Philosophy Key Stage 5
In Philosophy we are building students’ ability to think logically, analytically and systematically about complex questions. We want our students to grow in confidence and resilience in expressing their views and arguments and in opening these to critical scrutiny. Students should be able to produce a balanced evaluative discussion of a question which is precise in its use of language and argues persuasively and with sustained intent for their chosen conclusion.
Our aim is for students to develop their knowledge and understanding of the history and methodology of philosophy so that they can engage deeply with the questions the subject raises and form their own rationally supported views.
As they study the views of others, they learn to understand how different cultures and periods in time view and understood the world and to evaluate the views of others empathically. As they form their own views, they learn to weigh and evaluate arguments using the tools of critical analysis. In doing this, they refine their view of the world, personal response to its deepest questions and framework of values.
Sequencing, Setting and Support
At the beginning of the course, time is given by both course teachers to introduce key concepts and ideas around Philosophy to build a strong foundation for the main course content. One teacher will cover the Epistemology and Metaphysics of Mind aspects of the course and the other teacher will cover Moral Philosophy and Metaphysics of God.
The classes in Philosophy are mixed ability. As a result, we will provide support for students working at all levels within the curriculum. We provide subject support plans for those who might find the step-up to A Level challenging, but we will also be able to provide extension resources for students aiming for the top grades at A Level and with aspirations of studying Philosophy at degree level. The course has a very high success rate of progression to study this subject at top Universities.
Alive Themes in Philosophy
In Philosophy, students develop the ALIVE values of questioning, research, communication, resilience and the valuing of truth, alongside developing their values of justice and respect for the views and experience of others and their appreciation of some of the core values of our society, such as democracy, freedom and the rule of law.
Assessment in Philosophy
Homework and how Parents/Carers Support Learning
All homework is set on Edulink which is an app and website available to students and parents/carers. Further information and a video about how to find homework on Edulink is available on our Homework page.
These are the principles which underpin our homework.
Homeworks are set via Edulink on a regular basis, ensuring students review and reflect on work done in class, revise key ideas and become able to retrieve these when needed, to read widely and deeply into the subject in order to deepen their grasp of philosophical thinking, and to practice exam-style questions,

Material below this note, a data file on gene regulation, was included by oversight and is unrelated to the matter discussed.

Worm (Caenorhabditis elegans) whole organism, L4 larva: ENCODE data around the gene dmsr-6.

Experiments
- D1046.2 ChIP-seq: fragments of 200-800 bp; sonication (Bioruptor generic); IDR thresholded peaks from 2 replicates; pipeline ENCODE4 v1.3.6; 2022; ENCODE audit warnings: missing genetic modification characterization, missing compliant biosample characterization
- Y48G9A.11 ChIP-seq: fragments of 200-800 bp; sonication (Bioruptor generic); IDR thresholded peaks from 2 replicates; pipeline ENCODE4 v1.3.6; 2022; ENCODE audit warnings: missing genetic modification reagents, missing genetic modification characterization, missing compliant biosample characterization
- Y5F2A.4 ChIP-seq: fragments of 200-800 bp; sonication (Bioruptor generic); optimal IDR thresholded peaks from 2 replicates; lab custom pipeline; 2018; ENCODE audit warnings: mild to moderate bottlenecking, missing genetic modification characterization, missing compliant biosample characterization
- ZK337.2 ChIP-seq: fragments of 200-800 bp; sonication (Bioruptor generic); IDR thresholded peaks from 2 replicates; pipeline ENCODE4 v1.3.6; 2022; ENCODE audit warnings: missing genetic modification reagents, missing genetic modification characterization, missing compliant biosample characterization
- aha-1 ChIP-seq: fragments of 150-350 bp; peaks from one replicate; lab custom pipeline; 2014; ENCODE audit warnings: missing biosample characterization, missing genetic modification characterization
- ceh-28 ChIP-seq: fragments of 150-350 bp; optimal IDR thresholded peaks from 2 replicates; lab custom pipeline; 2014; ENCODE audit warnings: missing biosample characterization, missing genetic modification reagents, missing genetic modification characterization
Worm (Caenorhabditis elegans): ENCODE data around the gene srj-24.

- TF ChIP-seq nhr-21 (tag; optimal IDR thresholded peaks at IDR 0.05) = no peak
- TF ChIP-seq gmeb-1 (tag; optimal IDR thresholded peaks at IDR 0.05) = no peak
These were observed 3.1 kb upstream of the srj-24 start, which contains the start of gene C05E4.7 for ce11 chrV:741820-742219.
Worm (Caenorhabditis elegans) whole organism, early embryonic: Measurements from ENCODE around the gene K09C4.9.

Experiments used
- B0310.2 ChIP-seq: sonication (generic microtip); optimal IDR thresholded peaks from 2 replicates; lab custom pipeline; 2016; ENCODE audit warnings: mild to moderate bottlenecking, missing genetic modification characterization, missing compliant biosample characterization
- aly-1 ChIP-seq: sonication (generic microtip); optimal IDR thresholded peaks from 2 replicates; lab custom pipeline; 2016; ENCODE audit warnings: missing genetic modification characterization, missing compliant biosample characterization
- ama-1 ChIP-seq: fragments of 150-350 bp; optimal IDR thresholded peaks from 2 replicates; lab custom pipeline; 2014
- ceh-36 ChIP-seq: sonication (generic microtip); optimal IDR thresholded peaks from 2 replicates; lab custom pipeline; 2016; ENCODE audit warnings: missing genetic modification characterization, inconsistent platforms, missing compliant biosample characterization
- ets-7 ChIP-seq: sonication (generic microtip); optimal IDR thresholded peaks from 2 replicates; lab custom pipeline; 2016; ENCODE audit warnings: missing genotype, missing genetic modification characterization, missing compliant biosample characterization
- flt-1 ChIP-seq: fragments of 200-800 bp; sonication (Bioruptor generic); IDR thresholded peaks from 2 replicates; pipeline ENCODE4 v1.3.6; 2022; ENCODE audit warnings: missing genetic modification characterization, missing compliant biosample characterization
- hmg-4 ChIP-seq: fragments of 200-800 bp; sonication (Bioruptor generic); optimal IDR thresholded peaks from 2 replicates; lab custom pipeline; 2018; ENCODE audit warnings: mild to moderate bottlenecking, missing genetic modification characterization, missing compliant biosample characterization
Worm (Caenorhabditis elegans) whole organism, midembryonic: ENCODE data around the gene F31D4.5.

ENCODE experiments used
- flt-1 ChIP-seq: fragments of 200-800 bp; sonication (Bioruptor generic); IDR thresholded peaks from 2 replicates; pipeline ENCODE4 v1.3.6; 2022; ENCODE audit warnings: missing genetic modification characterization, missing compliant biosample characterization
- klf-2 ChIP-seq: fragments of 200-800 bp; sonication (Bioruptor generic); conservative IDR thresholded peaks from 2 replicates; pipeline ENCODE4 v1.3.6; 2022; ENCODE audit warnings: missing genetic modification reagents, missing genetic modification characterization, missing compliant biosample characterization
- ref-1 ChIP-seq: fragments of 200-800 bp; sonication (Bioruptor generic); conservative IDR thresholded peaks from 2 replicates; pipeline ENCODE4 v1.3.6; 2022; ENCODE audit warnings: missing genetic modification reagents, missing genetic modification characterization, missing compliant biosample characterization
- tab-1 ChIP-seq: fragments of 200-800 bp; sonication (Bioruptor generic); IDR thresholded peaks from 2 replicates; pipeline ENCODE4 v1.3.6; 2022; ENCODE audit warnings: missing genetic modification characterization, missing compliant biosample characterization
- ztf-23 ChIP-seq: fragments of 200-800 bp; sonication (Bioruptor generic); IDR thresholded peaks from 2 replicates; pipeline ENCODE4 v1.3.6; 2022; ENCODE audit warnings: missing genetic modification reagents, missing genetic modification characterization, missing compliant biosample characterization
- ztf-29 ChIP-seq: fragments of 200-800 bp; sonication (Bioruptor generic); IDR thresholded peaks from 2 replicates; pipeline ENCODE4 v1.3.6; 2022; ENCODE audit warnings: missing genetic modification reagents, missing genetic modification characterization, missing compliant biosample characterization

In Philosophy, students are encouraged to make use of the Hour for Hour approach to revisit the concepts covered in lessons and to bring their questions to the following lessons. On occasions, students will be given links to websites or news stories that fit in with the specification to read for consolidation and extension. There are a wide range of activities on Moodle that may be set as homework tasks to embed lessons from previous lessons or read for discovery. Homeworks may also be used for practice exam questions to effectively apply in class learning and maximise preparation for exams.
Parents can ask to see the Philosophy Handbook, which contains syllabus details and the full range of questions which can be asked. They can use the checklists we provide to test students on their recall of key-words. They can encourage the young people in their care to explain what they have been doing in class and argue about these over the dinner table! They can look at the Philosophy reading list, offer to buy suitable books, and tune in to the wide range of YouTube videos and podcasts etc, which will deepen students' passion for the subject.
Useful Philosophy Resources
There are many great films that explore philosophical themes – see the suggestions in our recruitment flyer and in the Philosophy classroom.
There are some excellent web resources that will introduce you to philosophy:
Two excellent podcasts are:
The Panpsycast - home to a wide range of podcasts relevant to different aspects of the course)
Philosophy Bites - a fantastic site with short 15-minute interviews with top philosophers on things that matter that you can download
Some really good introductory books:
Mark Rowlands - The Philosopher at the End of the Universe (philosophical problems through science fiction films)
Michael Sandel - Justice (a great introduction to ethics – also watch the online lectures)
Lisa Whitling and Rebecca Buxton - The Philosopher Queens: The Lives and Legacies of Philosophy's Unsung Women
Buckingham / King - The Philosophy Book: Big Ideas Simply Explained
Nigel Warburton - Philosophy: The basics
R.Osbourne - Philosophy for Beginners
Jostein Gaarder - Sophie’s World (a bit of a marmite book – written to introduce young people through a cunningly constructed narrative – the best-selling philosophy book of the last forty years)